Ryan Day vs. Lou Holtz? The Ohio State coach is fighting the wrong battle

If Ryan Day wants to prove Lou Holtz wrong, that can only be done on a November afternoon in Ann Arbor.

The problem with getting into a war of words with an 80-something retired coach — let alone one who never walked silently past a microphone in his life — is that it isn’t just going to end because you won a football game. It’s not like the attention-starved octogenarian has anything better to do.

Current Ohio State coach Ryan Day, 44, is somehow embroiled in a feud with former Notre Dame coach Lou Holtz, 86, and as much as Day’s frustrations about what people think about him and his Buckeyes are understandable, this all seems unnecessary, or at least unproductive.

To briefly recap, Holtz was kicking around South Bend before Saturday's Ohio State-Notre Dame game. He wound up on "The Pat McAfee Show," and a man known for his bluster as much as the national title he won with the Irish in 1988, made a prediction.

"[Ryan Day] has lost to Alabama, Georgia, Clemson, Michigan twice — and everybody who beats them does so because they're more physical than Ohio State," Holtz said. "I think Notre Dame will take that same approach."

It didn’t seem too offensive. Yet after the Buckeyes earned an emotional and dramatic victory, 17-14, Day immediately unloaded.

"I'd like to know where Lou Holtz is right now," Day said on national TV. "What he said about our team, I cannot believe. This is a tough team right here. We're proud to be from Ohio. It's always been Ohio against the world, and it'll continue to be Ohio against the world."

Day was fired up. It was an over-the-top reaction, the release of a lot of pent-up pressure, a bit of entertaining WWE showmanship.

The man is 49-6 in Columbus and came within a last-second field goal from probably winning the national title last year. Yet all anyone wants to talk about are consecutive losses to arch rival Michigan.

The problem with responding to Holtz is multifaceted.

First off, it gave attention to what Holtz said, namely by implying the Buckeyes aren’t as physical as other elite programs. That’s clearly not a thing Day wants discussed. Until Day brought them up, however, Holtz’s comments had garnered little to no attention. It didn’t require addressing.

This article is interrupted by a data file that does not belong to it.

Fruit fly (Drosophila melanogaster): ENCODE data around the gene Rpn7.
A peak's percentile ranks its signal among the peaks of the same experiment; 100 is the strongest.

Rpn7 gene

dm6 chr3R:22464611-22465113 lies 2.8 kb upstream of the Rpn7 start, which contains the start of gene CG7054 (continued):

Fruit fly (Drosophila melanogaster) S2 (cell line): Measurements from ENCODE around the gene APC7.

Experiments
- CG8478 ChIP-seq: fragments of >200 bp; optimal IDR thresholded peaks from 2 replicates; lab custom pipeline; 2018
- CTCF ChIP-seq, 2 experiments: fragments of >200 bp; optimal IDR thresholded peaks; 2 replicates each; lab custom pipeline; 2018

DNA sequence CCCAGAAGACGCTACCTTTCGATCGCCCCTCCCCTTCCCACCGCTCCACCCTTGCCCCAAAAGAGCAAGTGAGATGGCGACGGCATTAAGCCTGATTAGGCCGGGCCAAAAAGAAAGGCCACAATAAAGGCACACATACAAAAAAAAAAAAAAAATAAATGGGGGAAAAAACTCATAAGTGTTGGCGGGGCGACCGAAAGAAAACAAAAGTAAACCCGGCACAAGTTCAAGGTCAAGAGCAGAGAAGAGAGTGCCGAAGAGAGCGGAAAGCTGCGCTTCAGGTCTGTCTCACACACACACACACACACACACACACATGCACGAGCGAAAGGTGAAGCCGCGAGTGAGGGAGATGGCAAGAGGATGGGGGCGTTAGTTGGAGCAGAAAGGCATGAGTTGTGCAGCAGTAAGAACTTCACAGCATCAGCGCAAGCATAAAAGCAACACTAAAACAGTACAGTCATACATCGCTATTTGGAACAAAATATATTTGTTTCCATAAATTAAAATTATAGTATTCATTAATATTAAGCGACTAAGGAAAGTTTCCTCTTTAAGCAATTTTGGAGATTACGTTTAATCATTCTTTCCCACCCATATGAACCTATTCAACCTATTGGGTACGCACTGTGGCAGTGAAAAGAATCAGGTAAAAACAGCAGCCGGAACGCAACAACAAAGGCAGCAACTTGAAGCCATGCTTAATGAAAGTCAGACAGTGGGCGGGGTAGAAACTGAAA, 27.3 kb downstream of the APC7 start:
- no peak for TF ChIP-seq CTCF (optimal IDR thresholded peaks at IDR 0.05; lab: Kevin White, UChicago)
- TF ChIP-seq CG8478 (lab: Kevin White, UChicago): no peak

Why give a guy who left ND in 1996 and hasn’t coached anywhere since 2004 the oxygen?

SOUTH BEND, IN - SEPTEMBER 23: Ohio State Buckeyes head coach Ryan Day celebrates after a play in action during a football game between the Notre Dame Fighting Irish and the Ohio State Buckeyes on September 23, 2023 at Notre Dame Stadium in South Bend, IN. (Photo by Robin Alam/Icon Sportswire via Getty Images)
Ryan Day celebrates after Ohio State beat Notre Dame in South Bend. (Robin Alam/Icon Sportswire via Getty Images)

Second, the quote wound up overshadowing a great team win for the Buckeyes. Media coverage focused on what Ryan Day said, not what Kyle McCord and Lathan Ransom and TreVeyon Henderson and everyone else in scarlet and gray did.

And finally, since Holtz wasn’t coaching the Irish on Saturday, he didn’t have to just slink away.

And so Holtz didn’t. He went on an "Outkick" talk show with Dan Dakich and went right back in on Day.

“He doesn’t want to talk about Michigan and 0-2,” Holtz said. “He doesn’t want to talk about the big game coming up against Penn State and against Michigan again.

“He’s a great coach, he’s done a tremendous job, he’s a great offensive mind …” Holtz continued. “Ohio State’s a good football team, but I don’t think they’re a great football team and he can go after me all he wants.”

Day is a great coach. He’s won and won and won at Ohio State. His recruiting is exceptional. Yes, the Buckeyes have struggled against the Alabamas and Georgias of the world, but everyone struggles against the Alabamas and Georgias of the world.

Urban Meyer won the 2014 national title at Ohio State, but that doesn’t mean such things should be considered a birthright. It’s hard. And yes, while Meyer did dominate The Team Up North, the last two iterations of Jim Harbaugh’s Wolverines have been particularly good. And physical.

Such is the nature of the rivalry.

You can understand the demands of the job getting to Day. You can understand the narrative that the Buckeyes aren’t as tough as Michigan grinding him to wits end. You can understand him wanting to stand up for his guys, especially after such a physical, intense contest against the Irish.

You can understand the pride.

It’s just that there is nothing Ryan Day can say, certainly not on a September night in South Bend, that will change Ohio State’s reputation for being “soft” (fair or not).

That can only be accomplished on a November afternoon in Ann Arbor. They are going to have to beat the bully.

Until then, it’s all noise. Some old coach saying some old thing can be great for a private motivational speech or some personal rage, but engaging with Lou Holtz does nothing for anyone other than Lou Holtz.

And on one point, Lou is most certainly correct.

Penn State is coming. Michigan, too.

If Ryan Day’s team is as tough as he believes it is, then he can talk all he wants.